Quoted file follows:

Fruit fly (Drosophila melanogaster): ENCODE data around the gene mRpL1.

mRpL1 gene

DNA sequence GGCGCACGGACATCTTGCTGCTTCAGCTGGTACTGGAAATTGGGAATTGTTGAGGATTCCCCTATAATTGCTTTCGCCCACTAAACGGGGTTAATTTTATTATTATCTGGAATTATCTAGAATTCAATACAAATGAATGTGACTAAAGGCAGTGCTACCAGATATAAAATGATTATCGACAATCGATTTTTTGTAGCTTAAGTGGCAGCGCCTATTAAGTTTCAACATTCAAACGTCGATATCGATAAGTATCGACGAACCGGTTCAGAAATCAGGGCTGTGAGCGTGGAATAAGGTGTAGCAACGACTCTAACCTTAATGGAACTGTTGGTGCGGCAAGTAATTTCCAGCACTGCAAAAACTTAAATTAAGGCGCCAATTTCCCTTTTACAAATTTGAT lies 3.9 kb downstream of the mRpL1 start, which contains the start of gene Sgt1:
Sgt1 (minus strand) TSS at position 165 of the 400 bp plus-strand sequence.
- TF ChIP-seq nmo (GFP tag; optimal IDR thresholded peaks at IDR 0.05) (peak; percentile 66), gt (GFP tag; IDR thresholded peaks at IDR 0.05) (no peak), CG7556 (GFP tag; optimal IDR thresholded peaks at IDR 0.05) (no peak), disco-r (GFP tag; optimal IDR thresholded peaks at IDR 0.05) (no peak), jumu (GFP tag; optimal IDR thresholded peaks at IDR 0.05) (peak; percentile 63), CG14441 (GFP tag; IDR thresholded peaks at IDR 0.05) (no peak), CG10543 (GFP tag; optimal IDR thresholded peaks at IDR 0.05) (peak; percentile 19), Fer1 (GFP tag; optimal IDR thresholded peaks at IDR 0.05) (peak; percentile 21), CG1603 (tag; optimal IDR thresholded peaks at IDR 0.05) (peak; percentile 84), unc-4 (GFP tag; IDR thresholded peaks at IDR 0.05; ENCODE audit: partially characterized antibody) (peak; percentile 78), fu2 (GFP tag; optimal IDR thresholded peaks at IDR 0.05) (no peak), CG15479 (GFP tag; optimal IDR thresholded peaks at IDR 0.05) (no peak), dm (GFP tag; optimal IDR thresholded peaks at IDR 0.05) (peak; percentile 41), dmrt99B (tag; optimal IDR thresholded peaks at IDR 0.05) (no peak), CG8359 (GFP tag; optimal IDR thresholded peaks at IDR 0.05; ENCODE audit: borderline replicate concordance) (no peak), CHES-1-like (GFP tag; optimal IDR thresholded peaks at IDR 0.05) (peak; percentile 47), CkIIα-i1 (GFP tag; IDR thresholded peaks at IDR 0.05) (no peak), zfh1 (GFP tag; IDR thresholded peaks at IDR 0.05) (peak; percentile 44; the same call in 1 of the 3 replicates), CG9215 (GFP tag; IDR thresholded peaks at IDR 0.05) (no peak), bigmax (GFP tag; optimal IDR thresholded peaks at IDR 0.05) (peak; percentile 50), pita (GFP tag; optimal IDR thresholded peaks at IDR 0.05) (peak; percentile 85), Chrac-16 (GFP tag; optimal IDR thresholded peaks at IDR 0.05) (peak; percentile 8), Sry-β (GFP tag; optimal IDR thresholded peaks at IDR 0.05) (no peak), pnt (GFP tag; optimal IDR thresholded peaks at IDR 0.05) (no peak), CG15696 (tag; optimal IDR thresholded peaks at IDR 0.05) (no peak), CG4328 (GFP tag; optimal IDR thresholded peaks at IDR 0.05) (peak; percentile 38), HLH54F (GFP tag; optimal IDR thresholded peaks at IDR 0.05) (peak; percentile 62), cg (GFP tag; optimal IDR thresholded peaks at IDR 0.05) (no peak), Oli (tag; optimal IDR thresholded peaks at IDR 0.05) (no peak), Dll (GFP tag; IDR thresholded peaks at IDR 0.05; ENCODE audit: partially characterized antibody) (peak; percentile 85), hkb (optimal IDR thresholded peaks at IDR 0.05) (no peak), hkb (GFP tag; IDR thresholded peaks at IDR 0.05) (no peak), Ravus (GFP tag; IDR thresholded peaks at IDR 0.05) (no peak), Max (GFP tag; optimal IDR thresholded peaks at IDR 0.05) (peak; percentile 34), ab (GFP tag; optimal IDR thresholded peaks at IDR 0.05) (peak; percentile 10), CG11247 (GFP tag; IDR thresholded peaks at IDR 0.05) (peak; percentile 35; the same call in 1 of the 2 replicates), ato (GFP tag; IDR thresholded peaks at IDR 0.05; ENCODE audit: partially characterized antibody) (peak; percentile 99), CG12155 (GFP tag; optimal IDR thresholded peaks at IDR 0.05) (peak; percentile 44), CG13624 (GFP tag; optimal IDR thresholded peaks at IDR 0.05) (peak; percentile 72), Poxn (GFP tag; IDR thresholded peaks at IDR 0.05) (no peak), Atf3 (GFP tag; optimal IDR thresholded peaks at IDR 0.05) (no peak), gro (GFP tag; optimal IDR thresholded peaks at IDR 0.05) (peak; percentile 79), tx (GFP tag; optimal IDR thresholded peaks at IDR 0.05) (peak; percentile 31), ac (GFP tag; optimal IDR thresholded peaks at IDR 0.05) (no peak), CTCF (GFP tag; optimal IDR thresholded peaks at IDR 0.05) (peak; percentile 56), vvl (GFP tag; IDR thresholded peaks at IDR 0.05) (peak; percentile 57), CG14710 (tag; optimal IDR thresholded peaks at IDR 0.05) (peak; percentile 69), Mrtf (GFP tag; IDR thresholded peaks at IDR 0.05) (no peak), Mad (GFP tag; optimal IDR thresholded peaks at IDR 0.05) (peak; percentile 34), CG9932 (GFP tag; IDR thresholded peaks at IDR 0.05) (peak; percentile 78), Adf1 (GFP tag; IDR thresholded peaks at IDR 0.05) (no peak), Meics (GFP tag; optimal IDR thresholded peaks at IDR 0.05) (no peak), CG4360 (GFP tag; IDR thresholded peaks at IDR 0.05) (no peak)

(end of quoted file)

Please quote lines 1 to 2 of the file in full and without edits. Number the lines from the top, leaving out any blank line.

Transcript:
Fruit fly (Drosophila melanogaster): ENCODE data around the gene mRpL1.

mRpL1 gene